The time to find drafts in your home is when it's drafty

Don't think that just because the weather is cold you have to wait for next spring or summer to tighten up the energy efficiency of your house. The fact is, you can find drafts, cold spots, and air leaks much more easily when the weather is cold than in the warmer months of the year.

Not only can you save money immediately on every bit of insulation you add, every bead of caulking you apply, and every piece of weatherstripping you install, but you're also eligible for a credit on your federal income tax. The tax credit may expire in 1982. Insulation

Sheathing: For new homes and additions, insulating sheathing is like a fiberboard and sometimes replaces plywood on the walls. Styrofoam-brand sheathing, or its equal, is even more efficient.

Batts: More familiar is the blanket or batt insulation, which is stapled between the wall studs and floor and ceiling joists. Use a non-vapor-barrier type of insulation when adding more layers. If the insulation is installed with the vapor barrier on the wrong side, you can help to correct the mistake by slashing the vapor barrier so as to allow any moisture to pass through the insulation and dissipate through the roof vents.

Loose fill: Fiber glass, rock wool, and vermiculite are poured from bags to fill the space between the floor joists as well as the walls that have openings from the attic. Machines blow cellulose into wall and floor cavities.

Reflective: Aluminum foil sheets are also vapor barriers between studs and flooring. Reflective foil usually backs plasterboard sheeting.

Foam: This type of ureaformaldehyde insulation has received a bad name and is banned in some areas of the country because of problems with odor, shrinkage, and moisture.

Rigid: A sheet of rigid insulation already fixed to the back of sheets of wallboard can be nailed or glued easily to wall studs or basement wall furring strips. Uninsulated basement walls above the frost line are the same temperature as the outside air. If rigid insulation covers these walls, 11/2-inch floor joists on top of the sill plate and along the last joist on the foundation wall keep warm air in, cold air out. Caulking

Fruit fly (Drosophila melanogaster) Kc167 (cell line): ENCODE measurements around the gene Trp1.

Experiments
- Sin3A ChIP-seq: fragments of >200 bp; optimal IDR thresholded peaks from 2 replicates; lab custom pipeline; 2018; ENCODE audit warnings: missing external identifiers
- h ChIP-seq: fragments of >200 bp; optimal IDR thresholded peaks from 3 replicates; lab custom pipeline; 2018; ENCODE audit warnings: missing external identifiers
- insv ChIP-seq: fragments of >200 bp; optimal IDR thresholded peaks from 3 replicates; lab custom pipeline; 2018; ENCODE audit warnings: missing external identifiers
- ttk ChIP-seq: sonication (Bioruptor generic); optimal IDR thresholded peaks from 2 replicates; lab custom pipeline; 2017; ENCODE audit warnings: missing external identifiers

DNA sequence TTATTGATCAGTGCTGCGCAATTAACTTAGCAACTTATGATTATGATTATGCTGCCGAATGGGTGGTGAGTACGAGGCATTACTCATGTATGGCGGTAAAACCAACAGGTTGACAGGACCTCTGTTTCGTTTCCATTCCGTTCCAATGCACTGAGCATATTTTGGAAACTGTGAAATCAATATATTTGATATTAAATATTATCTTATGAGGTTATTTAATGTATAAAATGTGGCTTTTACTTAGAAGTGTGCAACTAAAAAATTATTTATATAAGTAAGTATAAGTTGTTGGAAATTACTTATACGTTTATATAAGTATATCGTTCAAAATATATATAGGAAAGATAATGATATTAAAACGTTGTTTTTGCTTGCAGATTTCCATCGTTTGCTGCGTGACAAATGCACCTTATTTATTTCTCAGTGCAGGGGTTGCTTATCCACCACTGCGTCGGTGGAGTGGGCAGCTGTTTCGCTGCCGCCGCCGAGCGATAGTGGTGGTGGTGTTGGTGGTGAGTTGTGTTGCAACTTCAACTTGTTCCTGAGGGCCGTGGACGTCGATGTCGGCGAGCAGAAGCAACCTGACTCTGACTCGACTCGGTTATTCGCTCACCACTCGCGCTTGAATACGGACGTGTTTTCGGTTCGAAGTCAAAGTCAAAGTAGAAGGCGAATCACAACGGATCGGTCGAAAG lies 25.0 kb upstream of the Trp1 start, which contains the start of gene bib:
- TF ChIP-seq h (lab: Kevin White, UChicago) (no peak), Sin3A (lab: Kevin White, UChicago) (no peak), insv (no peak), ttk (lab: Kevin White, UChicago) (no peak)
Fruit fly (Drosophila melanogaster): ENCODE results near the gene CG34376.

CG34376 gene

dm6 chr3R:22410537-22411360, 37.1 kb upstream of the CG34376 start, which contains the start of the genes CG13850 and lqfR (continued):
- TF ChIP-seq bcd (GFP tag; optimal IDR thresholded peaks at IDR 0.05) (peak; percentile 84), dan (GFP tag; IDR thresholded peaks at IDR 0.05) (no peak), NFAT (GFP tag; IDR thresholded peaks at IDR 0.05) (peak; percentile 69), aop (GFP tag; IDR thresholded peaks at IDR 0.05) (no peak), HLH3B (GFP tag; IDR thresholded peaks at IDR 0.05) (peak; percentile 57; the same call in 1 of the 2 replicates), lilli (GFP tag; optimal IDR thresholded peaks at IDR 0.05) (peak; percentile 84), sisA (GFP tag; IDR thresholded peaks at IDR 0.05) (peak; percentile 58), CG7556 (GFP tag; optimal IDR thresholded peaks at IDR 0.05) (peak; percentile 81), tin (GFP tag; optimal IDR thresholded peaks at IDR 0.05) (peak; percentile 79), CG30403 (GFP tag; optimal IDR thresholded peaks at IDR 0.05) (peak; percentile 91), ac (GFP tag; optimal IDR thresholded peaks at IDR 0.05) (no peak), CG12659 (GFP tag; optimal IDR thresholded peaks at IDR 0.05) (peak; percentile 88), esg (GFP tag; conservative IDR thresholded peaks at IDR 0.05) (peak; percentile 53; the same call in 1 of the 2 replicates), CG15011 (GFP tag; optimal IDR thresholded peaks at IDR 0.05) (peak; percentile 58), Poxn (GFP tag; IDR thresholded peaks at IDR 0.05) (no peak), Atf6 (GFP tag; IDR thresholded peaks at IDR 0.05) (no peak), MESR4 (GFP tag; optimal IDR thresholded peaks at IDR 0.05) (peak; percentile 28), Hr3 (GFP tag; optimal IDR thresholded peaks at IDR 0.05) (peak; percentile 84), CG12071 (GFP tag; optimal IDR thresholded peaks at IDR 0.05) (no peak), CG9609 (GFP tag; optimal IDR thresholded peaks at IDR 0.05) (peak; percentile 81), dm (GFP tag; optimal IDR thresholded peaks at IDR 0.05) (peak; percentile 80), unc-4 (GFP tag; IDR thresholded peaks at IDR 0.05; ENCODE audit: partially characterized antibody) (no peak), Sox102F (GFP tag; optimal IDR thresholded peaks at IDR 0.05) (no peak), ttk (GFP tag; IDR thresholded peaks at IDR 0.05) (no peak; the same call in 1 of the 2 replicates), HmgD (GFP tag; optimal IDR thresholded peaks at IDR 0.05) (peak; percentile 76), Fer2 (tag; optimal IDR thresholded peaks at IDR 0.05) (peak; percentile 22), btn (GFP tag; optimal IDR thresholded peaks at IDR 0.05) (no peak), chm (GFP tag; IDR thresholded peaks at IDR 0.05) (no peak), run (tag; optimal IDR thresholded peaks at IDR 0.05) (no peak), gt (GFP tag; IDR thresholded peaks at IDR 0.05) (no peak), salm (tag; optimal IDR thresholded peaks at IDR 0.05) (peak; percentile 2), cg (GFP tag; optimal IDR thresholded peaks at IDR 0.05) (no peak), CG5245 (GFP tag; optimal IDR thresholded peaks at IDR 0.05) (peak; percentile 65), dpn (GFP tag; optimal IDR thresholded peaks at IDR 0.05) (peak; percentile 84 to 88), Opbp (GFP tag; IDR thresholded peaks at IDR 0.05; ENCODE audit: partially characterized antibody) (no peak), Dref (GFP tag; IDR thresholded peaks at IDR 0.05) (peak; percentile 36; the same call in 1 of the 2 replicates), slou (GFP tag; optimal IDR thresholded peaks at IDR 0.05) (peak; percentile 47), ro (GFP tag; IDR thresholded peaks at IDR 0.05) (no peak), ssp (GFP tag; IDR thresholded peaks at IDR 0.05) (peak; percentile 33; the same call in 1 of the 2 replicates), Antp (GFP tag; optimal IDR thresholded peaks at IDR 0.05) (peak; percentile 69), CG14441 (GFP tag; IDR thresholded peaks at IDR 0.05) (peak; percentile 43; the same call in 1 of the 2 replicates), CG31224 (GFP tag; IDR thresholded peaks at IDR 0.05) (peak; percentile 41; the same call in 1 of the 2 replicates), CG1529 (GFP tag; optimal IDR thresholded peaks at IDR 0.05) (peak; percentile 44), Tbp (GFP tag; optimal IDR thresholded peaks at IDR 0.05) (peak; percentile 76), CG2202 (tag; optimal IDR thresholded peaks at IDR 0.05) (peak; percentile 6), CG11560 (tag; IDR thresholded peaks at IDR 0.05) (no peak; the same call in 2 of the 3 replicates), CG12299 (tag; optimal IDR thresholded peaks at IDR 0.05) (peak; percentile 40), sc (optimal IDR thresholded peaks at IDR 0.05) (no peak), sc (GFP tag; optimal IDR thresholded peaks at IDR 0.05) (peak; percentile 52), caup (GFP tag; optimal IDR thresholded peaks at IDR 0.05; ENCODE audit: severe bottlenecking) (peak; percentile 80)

Caulking also reduces drafts between the sill plate and the foundation of the house. Outside caulking is possible when the sun warms the surfaces on mild days.

Silicone: expensive, but it will last for years and adheres to most surfaces.

Latex: fast drying, smooths out better on painted surfaces than silicone, and cleans up with soap and water.

Polyvinyl acetate (PVA): good for painted and other surfaces.

Oil-based: poor because replacement is yearly.

Foam: fills large openings and acts as an insulation, but it's expensive.

Rope: easily fills cracks around basement windows and holds them in place. Furnace

Have a professional clean and check the furnace every year. On your own, clean out dust and debris with a shop vacuum, and change the filters to increase furnace efficiency for heating and cooling.

Oil or gas burners also need a professional service person. Making the flame too high or low may decrease the efficiency or even cause a fire. A soapy solution brushed around the joints reveals a good or poor connection; bubbles indicate leaks. Pipe wrenches used to tighten loose joints solve the problem of lost gas and a potential explosion.

Dirty thermostat contact points could mean furnace malfunction. A careful soft-bristled brushing prevents problems.

Most furnace blowers and motors have sealed bearings, but some require oil in cups or grease to fittings. Avoid overoiling and check all belts for snugness and slippage.

Duct tape applied to heating ducts reduces lost hot air. Rigid insulation fitted around ducts, cold and hot, becomes permanent.

Also, a special insulation wrapping for hot-water tanks and pipes can save up to 50 percent heat loss in one season. Fireplace

A fireplace with glass doors and special blowers becomes more efficient by as much as 30 percent. A glass door, for example, seals the opening, while a blower puts the warm air into the room instead of letting most of the heat go up the chimney.

When the fireplace is not in use, a tightly closed damper keeps the cold air out of the house, at least from this source.

A tight house saves money and energy.

Check with your local utility company for a low-cost, or even free, energy audit and find out what will give you the biggest payback for any money you decide to spend.

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